§ Mr. Snow
Is the right hon. Gentleman aware that we do not entirely share his complacency and attitude that there should be equity between the United States and this country on the question 209 of capital transfers? Is he aware that one of the developing dangers of this encroachment on our financial control of industries in this country is that American controlled companies under the present practice arid the new tendencies in the transfer of capital can restrict exports from this country and our export trade is thereby jeopardised?
I very much doubt whether that has been the experience to date. I would also remind the hon. Gentleman that inflow of capital of this kind increases proportionately our capacity to make fresh new net investments in the Commonwealth.
§ Mr. Edelman
Is the right hon. Gentleman not aware, when he equates British investments overseas with American investments in this country, that ours are of a general kind whereas investment by the Americans is in strategic and key industries in this country? Is he not aware that by making that kind of investment the Americans get control of our industries, which is totally different from the widespread and benevolent investment that we make overseas?
Again, I think that the hon. Member will find that generally the spread of American investment in this country over the past ten years has been extremely wide and varied. As to the second part of his supplementary question, this is an important matter and the Government will, of course, keep the situation as it develops continuously under review.
§ 28. Mr. Snow
asked the Chancellor of the Exchequer if he is aware of the growing public disquiet at the way in which United States financial interests are securing control of important British public companies; and what companies, involving capital sums of £150,000 and over, have been authorised by his Department during the years 1952 to 1958 inclusive to sell to United States interests their financial control.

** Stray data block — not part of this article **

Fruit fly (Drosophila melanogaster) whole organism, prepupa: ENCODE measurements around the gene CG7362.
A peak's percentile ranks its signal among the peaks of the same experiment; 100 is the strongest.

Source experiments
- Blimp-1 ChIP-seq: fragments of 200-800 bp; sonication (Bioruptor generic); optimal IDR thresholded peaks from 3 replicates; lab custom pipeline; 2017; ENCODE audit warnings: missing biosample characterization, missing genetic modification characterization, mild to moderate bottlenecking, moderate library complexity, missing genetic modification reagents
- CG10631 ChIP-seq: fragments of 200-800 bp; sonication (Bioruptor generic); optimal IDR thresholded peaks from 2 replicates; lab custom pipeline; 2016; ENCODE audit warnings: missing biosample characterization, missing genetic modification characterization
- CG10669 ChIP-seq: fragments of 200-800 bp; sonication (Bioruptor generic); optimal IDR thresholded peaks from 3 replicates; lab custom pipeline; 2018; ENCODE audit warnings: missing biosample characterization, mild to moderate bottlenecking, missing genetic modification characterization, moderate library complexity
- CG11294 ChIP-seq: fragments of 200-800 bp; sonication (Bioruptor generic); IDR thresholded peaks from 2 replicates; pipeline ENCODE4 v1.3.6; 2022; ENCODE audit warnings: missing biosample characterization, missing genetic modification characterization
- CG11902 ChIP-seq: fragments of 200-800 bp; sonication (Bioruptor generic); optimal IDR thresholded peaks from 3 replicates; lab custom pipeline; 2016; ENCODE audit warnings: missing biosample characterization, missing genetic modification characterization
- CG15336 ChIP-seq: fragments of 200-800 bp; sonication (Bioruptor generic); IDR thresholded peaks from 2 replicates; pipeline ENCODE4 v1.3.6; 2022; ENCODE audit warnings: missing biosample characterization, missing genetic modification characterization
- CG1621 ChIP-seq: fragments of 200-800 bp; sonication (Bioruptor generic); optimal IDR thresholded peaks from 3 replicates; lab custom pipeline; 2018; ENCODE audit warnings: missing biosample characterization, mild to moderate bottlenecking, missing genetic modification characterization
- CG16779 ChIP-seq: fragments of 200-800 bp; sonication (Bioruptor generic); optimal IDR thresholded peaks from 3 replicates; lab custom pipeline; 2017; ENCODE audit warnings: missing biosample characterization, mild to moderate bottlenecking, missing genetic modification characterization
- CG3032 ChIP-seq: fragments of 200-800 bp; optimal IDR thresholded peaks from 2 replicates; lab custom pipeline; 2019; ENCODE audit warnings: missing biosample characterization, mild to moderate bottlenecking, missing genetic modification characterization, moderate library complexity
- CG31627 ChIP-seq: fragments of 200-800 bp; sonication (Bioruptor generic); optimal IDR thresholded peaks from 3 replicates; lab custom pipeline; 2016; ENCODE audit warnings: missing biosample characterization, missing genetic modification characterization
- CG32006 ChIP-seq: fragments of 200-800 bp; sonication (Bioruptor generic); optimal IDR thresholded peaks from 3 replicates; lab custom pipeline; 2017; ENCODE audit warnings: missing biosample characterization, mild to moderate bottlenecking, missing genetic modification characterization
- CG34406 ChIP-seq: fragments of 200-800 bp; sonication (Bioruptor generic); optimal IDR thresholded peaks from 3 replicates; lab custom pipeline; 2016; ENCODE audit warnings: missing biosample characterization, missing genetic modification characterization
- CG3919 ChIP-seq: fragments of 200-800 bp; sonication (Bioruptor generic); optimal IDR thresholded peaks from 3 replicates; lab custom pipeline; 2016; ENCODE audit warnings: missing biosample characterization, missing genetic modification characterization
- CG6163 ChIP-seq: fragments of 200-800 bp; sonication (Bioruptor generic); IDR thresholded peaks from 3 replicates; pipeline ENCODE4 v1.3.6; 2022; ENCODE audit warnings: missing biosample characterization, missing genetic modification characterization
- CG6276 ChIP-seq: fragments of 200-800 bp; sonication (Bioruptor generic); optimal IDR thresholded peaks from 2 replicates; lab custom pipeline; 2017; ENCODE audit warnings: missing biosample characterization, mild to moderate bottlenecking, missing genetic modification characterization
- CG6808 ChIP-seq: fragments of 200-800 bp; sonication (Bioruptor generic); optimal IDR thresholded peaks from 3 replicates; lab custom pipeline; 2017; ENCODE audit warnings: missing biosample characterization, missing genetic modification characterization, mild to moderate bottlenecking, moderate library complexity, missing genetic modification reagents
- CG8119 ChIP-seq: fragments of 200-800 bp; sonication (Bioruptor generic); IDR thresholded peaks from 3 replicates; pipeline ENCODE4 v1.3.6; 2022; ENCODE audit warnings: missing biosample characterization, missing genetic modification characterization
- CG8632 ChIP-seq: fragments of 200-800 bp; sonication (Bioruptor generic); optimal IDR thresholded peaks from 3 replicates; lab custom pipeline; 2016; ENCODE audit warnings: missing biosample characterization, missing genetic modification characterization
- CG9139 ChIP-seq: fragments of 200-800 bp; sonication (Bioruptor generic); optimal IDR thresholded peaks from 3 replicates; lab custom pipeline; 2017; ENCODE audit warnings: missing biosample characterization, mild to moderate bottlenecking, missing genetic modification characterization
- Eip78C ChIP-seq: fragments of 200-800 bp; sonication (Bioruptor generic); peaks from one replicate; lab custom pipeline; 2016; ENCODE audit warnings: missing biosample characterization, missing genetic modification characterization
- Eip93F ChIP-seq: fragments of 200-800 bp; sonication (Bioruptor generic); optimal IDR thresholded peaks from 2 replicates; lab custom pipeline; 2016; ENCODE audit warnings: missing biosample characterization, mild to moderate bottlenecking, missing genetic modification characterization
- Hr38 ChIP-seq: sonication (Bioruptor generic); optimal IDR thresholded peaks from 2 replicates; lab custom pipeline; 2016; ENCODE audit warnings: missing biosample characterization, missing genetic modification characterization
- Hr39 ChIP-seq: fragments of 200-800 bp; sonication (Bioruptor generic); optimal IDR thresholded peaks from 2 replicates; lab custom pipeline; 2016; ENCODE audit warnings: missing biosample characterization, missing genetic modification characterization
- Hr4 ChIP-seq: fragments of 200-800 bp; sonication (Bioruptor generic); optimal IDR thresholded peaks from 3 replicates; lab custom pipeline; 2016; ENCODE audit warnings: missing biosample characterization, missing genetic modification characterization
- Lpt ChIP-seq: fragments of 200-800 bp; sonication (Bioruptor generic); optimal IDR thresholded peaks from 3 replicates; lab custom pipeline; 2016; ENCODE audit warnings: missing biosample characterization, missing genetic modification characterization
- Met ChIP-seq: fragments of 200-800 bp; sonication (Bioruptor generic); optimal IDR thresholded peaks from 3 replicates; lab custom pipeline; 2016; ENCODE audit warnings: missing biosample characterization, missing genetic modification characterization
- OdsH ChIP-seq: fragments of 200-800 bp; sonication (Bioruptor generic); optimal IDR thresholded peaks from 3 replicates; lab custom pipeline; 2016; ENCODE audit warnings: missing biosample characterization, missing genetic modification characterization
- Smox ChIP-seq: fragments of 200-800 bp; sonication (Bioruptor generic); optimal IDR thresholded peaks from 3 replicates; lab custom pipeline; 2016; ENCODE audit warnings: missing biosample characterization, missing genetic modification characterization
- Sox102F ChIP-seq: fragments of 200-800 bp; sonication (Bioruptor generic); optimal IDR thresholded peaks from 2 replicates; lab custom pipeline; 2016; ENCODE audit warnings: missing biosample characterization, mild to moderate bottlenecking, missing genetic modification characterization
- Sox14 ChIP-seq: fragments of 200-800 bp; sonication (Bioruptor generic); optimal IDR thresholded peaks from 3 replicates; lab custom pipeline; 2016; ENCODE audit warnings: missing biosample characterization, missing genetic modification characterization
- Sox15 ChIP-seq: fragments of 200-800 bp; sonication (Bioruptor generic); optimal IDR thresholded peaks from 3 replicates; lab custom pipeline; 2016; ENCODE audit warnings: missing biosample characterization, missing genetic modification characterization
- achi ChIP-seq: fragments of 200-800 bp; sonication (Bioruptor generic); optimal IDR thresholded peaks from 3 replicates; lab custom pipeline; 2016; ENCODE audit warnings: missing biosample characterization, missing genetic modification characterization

I do not think that there is any general disquiet, nor do I think there is cause for it. I regret that I could not provide the information for which the hon. Gentleman asked without quite disproportionate labour.
§ Mr. Snow
In view of what two leaders In The Times, which were followed up 210 in other newspapers, have said, does the right hon. Gentleman not agree that this causes some disquiet? Is he further aware that there are an estimated 30 American stockbrokers or their agents now operating in the City trying to spot industries which might be taken over? Is he not aware that we on this side of the House do not share the views of hon. Members below the Gangway opposite who, while Question No. 20 was being answered, said it was preferable that Americans should have control of certain of our industries rather than that the British Government should control them?
I will take note of what the hon. Member has said. I do not share his views about the undesirability of what has happened to date, but once again I would say that this important matter is one which the Government intend to keep continuously under review.
Yes, Sir, at last I can agree with something that a right hon. Gentleman opposite has said. I agree that there is a distinction there. This is a matter which, of course, is kept in our minds when we consider on its merits each application under the Exchange Control Act.